Safe motherhood studies -- results from Benin. Competency of skilled birth attendants. The enabling environment for skilled attendance at delivery. In-hospital delays in obstetric care (documenting the third delay). [Études sur une maternité sans risque] | USAID Health Care Improvement Portal
Why Register?     Register     Login

Safe motherhood studies -- results from Benin. Competency of skilled birth attendants. The enabling environment for skilled attendance at delivery. In-hospital delays in obstetric care (documenting the third delay). [Études sur une maternité sans risque]

Gbangbade S | Harvey SA | Edson W | Burkhalter B | Antonakos C
Organization: Quality Assurance Project/URC

Region and Country: Africa, Sub Saharan, Benin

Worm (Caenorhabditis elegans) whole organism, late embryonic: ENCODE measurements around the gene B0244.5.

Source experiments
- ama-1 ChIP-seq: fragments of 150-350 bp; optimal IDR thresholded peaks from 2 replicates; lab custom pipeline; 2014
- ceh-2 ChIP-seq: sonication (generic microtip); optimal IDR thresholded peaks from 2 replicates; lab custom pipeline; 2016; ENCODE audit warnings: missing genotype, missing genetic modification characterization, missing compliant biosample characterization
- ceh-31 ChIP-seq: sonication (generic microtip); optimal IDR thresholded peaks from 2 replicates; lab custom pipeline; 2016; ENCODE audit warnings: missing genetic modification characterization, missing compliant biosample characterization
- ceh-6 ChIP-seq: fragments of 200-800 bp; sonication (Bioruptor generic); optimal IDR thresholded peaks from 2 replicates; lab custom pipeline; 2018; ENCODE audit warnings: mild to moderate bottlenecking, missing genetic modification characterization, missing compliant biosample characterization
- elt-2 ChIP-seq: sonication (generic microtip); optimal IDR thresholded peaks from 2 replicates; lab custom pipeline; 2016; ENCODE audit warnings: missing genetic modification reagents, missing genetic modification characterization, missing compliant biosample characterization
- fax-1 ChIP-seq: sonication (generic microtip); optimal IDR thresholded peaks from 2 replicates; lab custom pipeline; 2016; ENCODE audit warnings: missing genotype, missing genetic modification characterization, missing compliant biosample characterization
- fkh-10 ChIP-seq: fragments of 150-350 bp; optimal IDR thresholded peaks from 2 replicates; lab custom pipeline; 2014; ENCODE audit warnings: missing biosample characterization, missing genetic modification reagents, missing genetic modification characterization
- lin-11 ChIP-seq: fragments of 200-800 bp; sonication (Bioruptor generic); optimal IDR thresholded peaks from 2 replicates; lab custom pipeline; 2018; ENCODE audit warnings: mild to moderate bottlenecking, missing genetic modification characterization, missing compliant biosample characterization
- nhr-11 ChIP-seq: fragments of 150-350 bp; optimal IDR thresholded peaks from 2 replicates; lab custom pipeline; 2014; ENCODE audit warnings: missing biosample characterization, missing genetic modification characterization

Each year, more than 500,000 women worldwide die from complications related to childbirth. With good quality obstetric care, approximately 90 percent of these deaths could be averted. The assistance of a skilled birth attendant during labor, delivery and the immediate postpartum period is one important component of quality obstetric care. An enabling environment for skilled attendance at delivery and prompt attention for women arriving at a medical facility with an obstetric complication are also key factors. However, little is known about the competence of skilled birth attendants, the elements that contribute to an enabling environment and the causes of what is commonly known as the “third delay:” the delay in receiving medical attention after a woman arrives at a healthcare facility. Through its Safe Motherhood Research Program, the Quality Assurance Project carried out three studies to explore these issues in countries with high maternal mortality ratios. The first study examined the competency of skilled birth attendants (SBAs). The second measured SBA performance and the relative contribution to performance of different enabling factors in the work environment. The last study examined causes of in-facility delays in receiving obstetric care. All three studies were carried out between September 2001 and July 2002 in Benin, Ecuador, Jamaica, and Rwanda. This report presents the results from Benin. The Benin studies included five hospitals: a tertiary care referral hospital with an active maternity department, two secondary care hospitals, and two smaller district hospitals. The competency study measured knowledge with a 72-question test covering six subject areas. We also tested skills in several key areas including ability to use a partograph, neonatal resuscitation, manual removal of placenta, bimanual uterine compression and IV insertion. Finally, we asked participants to assess their own ability to carry out common obstetric procedures. Results show that current competency levels are low. Two key skills, bimanual uterine compression and active management of third stage labor, are rarely taught and rarely practiced. We found little difference in competency by professional level. Physicians do somewhat better with complex procedures, but professional level appears inversely related to the interpersonal quality of care. There was no correlation between providers’ self-assessment and their competency as measured by the knowledge and skills tests. The enabling environment study addressed the contribution of enabling factors and essential elements to health worker performance. We used an observation checklist to evaluate performance during labor, delivery and the immediate postpartum period. We reviewed medical records to evaluate performance at managing obstetric complications. We also surveyed providers in each facility about supervision, training and motivation. Finally, we inventoried the availability of essential drugs, equipment and supplies in each study hospital. Although most staff had extensive professional training, less than half said they had received any training in the last two years. Labor monitoring, including checking fetal heart rate and mother’s blood pressure, was inadequate in most observed cases. Providers used a partograph only about two-thirds of the time. Few washed their hands before assisting at delivery and none suctioned the newborn after birth, but most administered oxytocin to the mother after delivery. The third delay study used direct observation to analyze patient flow in three of the five study hospitals. In addition, two physicians reviewed medical records to determine if there were delays at different points in the care of the patient. Most of the delays found in the record review occurred during diagnosis, especially for obstructed labor and severe pre-eclampsia/eclampsia. Waiting times after arrival at the hospital or the OB department varied by hospital but were unusually long at the regional referral hospital (RRH), one of the two secondary level facilities included in the study. We recommend a quality improvement initiative to improve medical records at all hospitals. For RRHs, we also recommend developing a systematic triage system to reduce waiting times for incoming patients. The Quality Assurance Project’s safe motherhood research is supported with Maternal Health funds from the U.S. Agency for International Development (USAID). (author's)